Intended behavior of continue in repeat while?

I was a bit surprised by the behavior of a continue statement within a repeat while loop.

Looking at this program:

var x = 0

here: repeat {                  // <-----.
    x += 1                      //       |
    print("A:", x)              //       |
    if x < 4 { continue here }  // ------'
    print("B:", x)
} while x < 2

print("C:", x)

I would expect the program flow to be as indicated in the comments, until x is 4, and thus that the output would be:

A: 1
A: 2
A: 3
A: 4
B: 4
C: 4

But it turns out that the actual program flow is as follows, until x is 2:

var x = 0

here: repeat {                  // <-----.
    x += 1                      //       |
    print("A:", x)              //       |
    if x < 4 { continue here }  // ---.  |
    print("B:", x)              //    |  |
} while x < 2                   // <==´--'

print("C:", x)

And thus the actual output is:

A: 1
A: 2
C: 2

I can kind of understand the logic of always evaluating the while condition, even for iterations that are interrupted by a continue statement, but I can't help thinking that it's somewhat unintuitive, and therefore I just want to make sure that it is working as intended. Is it?

I believe this is the intended behavior. The continue statement is intended to exit the iteration early (to avoid ugly if {} nesting), but not avoid the loop mechanics. Despite the placement of the label in the actual code, it's intended to be parsed as follows:

let x = 0
repeat {
    if x == 0 {
        goto next_iteration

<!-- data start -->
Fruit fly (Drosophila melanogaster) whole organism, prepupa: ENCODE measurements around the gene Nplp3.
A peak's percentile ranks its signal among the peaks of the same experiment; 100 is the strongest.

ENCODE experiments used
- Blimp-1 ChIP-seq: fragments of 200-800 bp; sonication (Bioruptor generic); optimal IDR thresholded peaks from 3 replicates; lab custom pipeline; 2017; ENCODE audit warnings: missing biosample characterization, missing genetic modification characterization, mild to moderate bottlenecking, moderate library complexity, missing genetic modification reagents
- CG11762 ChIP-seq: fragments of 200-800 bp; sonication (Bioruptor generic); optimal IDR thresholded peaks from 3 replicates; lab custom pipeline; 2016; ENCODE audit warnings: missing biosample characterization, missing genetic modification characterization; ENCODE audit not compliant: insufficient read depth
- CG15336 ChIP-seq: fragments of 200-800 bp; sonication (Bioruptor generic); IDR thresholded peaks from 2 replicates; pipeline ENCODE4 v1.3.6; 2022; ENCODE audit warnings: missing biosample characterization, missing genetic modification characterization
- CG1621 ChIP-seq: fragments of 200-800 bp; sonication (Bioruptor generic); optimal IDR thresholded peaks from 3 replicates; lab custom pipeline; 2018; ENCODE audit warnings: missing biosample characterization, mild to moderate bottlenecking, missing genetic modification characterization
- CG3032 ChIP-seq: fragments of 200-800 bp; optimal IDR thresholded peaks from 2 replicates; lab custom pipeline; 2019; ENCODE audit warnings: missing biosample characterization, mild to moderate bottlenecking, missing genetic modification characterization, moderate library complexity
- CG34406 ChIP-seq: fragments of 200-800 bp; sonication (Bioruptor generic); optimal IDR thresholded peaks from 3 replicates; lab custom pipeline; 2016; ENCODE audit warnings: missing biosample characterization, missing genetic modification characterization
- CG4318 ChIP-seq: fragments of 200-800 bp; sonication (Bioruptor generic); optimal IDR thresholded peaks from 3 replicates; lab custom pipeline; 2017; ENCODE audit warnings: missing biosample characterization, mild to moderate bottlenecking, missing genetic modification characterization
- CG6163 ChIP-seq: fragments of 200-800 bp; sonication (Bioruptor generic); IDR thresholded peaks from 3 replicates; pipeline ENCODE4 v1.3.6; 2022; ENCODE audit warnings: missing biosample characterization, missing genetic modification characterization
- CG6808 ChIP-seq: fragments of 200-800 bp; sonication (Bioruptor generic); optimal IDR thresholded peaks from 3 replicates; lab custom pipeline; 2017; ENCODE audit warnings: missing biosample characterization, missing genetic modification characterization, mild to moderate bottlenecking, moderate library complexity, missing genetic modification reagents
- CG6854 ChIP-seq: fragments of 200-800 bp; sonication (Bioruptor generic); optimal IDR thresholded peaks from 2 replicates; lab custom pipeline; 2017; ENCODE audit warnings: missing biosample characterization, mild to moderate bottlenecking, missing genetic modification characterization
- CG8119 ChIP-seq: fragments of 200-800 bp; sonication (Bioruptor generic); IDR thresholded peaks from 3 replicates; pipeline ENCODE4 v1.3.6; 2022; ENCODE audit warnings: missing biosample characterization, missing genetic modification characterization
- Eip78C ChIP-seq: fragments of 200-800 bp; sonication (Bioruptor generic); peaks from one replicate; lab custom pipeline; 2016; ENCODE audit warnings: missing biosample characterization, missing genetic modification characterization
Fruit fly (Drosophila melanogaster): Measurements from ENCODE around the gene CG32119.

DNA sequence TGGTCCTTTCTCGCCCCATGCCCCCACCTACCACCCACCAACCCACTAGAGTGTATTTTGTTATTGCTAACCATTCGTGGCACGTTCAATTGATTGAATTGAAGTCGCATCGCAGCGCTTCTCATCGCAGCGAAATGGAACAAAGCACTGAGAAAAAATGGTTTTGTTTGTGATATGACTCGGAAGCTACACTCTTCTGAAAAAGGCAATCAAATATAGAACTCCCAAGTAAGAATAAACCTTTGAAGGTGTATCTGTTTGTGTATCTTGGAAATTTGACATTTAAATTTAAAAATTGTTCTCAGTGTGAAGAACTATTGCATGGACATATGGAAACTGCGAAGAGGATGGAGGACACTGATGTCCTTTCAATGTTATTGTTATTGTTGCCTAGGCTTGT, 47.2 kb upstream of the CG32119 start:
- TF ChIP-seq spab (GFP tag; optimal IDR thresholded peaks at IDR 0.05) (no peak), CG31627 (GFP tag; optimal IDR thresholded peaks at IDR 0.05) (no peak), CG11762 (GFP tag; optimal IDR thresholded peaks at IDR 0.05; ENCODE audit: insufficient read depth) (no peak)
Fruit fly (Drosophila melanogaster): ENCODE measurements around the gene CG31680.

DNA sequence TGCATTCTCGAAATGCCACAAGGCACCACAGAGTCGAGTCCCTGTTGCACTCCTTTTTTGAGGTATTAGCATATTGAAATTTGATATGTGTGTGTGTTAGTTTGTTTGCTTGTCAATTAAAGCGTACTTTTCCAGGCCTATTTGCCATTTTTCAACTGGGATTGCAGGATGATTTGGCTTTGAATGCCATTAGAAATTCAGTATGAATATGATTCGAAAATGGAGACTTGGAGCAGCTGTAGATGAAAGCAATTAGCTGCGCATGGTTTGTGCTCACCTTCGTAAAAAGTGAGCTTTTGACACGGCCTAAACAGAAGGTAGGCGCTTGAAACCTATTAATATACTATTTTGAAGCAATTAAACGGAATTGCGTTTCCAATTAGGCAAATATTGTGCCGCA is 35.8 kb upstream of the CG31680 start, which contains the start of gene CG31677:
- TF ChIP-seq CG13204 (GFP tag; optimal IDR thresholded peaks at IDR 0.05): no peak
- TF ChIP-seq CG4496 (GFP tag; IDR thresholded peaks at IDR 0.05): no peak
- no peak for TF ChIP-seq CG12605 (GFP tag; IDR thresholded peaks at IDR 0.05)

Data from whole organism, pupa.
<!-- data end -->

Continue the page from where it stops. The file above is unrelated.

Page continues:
} while ...

That's been my mental model since I learned of the construct in C, some 25 (very odd) years ago.


A helpful way to think about it might be that continue, like break, only jumps "forward". continue jumps forward to the end of a loop body, while break jumps forward to just after the loop.

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(Off topic, unrelated) Interesting that do and repeat have similar semantics. (trolling: How else are going going to write a c style for loop? )

  for( a = 0; a < 10; a += 1 ){
      printf("value of a: %d\n", a);

var i = 0; forloop:do { guard i < 10 else { break forloop }; defer { i += 1 };
continue forloop

// v2
var j = 0; while j < 10 { defer { j += 1 }

// v3
var k = 0; repeat  { defer { k += 1 }
} while k < 10

I like v2

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Its possible that any do semantics that match repeat are artifacts of older Swift versions where do was repeat instead of a scope declaration.

Oh, ick. @Nobody1707 is right, that's a bug—or else we'd allow it with if and switch as well. Can you file it, please?

Filed [SR-7708] labeled do statement can be looped with continue · Issue #50248 · apple/swift · GitHub

Apparently, and imo surprisingly, being allowed to use continue with a labeled do, effectively iterating it, is intended behavior and not a bug, at least according to @John_McCall’s resolution for my above bug report.

Please have a look at it.

Apart from your argument (that if continue should be allowed with labeled do, then it should also be allowed with labeled if and switch), the current behavior is not documented anywhere (afaics).

I'd guess that the following is the true reason for the current behavior: